2. Any man who chooses to be a ‘rabbi’ (‘true teacher’ of Torah) or a ‘dayan’ (‘judge’), or a ‘mekubal’ (‘kabbalist’) should be doing so Voluntarily. Out of his pure love for Hashem and the Torah. And his Ahavat Yisrael.

    If he refuses to do community work voluntarily, and wants and accepts payment for everything he does, such a man should not be leading a community. He should get a job and earn a living. He can collect milk bottles or clean the windows. That is what is called ‘earning a living’.

    Torah is learned, studied and taught: out of Love. Voluntarily. But the ‘rabbis’ have turned the Torah into their ‘Profession’, from which they earn money.

    We are commanded in the Shema to:
    ‘LOVE Hashem, your G-d, WITH ALL YOUR HEART, and with all your soul and with all your might.’
    ‘VE’AHAVTA et Hashem Elokecha BECHOL LEVAVECHA uvechol nafshecha uvechol meodecha.’ (Devarim, Vaethanan, 6:4-5)

    Is the ordinary man or woman PAID to pray to Hashem, or to say some words of Torah? No. Has veshalom! But the rabbis are. These men can give ‘lovely’ shiurim that they have rehearsed. But they would not give a shiur without being paid for it.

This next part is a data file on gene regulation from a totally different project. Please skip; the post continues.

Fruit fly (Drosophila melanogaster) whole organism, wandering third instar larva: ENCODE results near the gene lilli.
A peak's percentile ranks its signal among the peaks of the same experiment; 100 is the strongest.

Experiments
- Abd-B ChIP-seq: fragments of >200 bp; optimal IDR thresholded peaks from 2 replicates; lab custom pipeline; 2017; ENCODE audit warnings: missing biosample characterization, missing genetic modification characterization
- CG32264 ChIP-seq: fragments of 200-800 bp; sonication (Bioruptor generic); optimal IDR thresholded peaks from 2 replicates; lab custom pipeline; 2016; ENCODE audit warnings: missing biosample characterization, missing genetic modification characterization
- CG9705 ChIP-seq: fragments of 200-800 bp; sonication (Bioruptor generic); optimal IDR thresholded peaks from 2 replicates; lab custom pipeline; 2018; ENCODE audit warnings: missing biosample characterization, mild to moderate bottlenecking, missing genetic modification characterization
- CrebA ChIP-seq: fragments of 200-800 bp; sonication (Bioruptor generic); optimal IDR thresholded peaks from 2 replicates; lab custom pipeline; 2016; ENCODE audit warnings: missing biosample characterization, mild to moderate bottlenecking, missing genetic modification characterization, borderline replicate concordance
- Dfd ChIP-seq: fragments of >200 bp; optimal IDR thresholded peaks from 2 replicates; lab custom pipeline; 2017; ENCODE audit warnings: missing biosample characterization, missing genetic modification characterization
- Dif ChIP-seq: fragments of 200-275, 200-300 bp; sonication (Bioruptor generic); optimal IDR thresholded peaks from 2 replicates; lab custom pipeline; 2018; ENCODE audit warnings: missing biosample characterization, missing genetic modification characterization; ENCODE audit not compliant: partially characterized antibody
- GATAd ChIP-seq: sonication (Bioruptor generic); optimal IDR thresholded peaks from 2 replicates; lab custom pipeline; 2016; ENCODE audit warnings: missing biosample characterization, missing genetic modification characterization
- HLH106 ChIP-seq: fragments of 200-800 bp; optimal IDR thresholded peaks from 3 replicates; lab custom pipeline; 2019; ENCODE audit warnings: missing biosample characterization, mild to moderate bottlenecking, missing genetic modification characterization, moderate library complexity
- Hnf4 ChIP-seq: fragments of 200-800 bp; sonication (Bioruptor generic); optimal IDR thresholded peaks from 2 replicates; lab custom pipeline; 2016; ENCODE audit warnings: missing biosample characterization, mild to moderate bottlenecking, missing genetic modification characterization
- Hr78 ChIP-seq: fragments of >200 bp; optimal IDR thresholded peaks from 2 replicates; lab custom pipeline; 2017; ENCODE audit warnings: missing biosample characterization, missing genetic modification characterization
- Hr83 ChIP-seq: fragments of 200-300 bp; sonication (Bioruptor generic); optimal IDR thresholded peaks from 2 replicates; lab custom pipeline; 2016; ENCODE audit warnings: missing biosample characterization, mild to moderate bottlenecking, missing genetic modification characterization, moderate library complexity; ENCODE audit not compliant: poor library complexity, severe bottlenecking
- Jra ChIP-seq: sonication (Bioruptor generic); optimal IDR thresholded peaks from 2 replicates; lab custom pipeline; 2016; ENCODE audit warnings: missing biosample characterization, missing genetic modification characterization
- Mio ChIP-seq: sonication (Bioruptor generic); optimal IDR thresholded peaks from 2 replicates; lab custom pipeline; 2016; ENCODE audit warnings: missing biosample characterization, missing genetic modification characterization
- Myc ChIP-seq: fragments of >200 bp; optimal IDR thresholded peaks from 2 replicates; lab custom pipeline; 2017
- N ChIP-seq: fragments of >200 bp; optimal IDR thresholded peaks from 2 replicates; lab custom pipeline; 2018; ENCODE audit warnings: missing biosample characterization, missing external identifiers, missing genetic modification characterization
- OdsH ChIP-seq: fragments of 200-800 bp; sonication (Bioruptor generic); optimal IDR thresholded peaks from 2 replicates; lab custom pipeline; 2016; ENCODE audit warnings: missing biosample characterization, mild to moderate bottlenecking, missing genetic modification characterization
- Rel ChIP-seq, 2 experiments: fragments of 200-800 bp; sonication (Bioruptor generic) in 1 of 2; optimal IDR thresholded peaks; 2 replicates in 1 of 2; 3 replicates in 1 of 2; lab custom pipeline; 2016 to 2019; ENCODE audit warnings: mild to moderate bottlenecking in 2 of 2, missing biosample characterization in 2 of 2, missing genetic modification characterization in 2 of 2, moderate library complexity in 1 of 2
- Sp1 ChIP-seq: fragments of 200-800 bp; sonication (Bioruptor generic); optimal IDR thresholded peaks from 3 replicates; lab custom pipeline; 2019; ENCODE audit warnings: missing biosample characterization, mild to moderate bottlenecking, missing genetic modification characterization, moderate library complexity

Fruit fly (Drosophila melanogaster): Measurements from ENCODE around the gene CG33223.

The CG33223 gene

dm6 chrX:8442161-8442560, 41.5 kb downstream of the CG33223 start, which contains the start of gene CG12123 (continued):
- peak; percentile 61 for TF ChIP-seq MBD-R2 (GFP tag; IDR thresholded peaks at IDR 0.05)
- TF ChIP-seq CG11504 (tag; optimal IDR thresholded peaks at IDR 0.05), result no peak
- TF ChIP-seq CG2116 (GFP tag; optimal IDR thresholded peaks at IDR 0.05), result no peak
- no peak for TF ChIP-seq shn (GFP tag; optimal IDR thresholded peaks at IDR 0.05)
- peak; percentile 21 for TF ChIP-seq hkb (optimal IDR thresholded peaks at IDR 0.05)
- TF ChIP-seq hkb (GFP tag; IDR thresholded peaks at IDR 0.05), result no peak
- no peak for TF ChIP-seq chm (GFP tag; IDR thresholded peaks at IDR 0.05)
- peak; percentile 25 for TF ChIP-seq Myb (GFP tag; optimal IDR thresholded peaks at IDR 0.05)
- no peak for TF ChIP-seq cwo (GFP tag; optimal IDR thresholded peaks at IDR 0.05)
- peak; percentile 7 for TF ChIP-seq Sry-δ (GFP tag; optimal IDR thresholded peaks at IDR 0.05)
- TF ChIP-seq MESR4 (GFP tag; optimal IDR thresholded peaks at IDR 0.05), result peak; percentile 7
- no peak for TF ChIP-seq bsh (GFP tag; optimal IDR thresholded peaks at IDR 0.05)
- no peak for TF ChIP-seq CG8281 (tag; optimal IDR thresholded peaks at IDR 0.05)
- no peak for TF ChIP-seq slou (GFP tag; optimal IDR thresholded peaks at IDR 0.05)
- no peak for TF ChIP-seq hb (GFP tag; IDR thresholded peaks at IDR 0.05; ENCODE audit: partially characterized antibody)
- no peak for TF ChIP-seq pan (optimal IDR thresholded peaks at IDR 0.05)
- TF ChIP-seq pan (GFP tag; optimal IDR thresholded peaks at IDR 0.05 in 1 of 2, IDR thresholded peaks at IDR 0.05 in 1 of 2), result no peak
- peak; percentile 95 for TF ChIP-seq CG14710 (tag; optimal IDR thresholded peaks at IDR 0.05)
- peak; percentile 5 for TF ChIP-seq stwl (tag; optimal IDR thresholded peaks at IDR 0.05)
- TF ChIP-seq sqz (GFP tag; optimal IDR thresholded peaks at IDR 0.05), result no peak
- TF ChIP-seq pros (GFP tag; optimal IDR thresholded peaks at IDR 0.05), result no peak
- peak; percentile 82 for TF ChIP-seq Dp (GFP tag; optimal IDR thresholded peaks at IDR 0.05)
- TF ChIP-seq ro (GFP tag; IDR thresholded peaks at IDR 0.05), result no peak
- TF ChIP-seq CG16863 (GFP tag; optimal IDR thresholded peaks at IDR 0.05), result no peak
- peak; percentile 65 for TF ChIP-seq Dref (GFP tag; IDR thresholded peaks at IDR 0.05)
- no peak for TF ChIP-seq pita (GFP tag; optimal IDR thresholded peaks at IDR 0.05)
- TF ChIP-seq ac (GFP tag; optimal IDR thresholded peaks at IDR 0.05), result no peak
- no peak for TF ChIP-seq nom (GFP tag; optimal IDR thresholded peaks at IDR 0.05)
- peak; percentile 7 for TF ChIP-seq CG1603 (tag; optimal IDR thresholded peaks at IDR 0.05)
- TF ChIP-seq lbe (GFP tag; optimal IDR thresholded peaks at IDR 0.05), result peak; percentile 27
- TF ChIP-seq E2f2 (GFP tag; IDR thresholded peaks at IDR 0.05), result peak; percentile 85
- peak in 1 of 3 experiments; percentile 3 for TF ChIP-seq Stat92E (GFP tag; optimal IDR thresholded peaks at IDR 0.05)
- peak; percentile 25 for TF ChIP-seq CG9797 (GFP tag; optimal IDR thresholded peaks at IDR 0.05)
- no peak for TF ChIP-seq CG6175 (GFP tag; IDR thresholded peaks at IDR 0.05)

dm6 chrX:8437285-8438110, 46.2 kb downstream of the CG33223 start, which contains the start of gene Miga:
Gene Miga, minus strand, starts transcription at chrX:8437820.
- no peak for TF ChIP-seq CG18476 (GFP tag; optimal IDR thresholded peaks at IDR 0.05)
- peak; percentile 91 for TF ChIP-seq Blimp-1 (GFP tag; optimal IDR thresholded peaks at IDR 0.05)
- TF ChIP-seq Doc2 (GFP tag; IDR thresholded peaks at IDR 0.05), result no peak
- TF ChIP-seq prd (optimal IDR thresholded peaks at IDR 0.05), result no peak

The true hachamim and rabbis of old, all actually worked at proper jobs and professions.

    Wake up! Even a little child could have worked this out. These salaried men can never truly stand for the Torah, because in a case of conflict between a correct course of action according to the Torah, and the rabbi or rav’s pocket – his pocket and position will always prevail.
    Pirkei Avot: (2:2)
    “Raban Gamliel beno shel Rabi Yehuda HaNassi omer: yafeh talmud Torah im derech eretz, sheyegiat shenaihem mashkachat avon. Vechol Torah she’ein imah melacha sofa betailah ve’goreret avon. Vechol haoskim im hatzibbur yiheyu imahem leShem Shamayim……”

    “Rabban Gamliel, the son of Rabi Yehuda HaNassi, said: It is good to combine Torah study with a worldly occupation, for working at them both drives sin from the mind. All Torah without an occupation will in the end fail and lead to sin. And let all who work for the community do so for the sake of Heaven………”

    Comment by Eliyahoo WilliamDwek — May 11, 2010 @ 11:34 am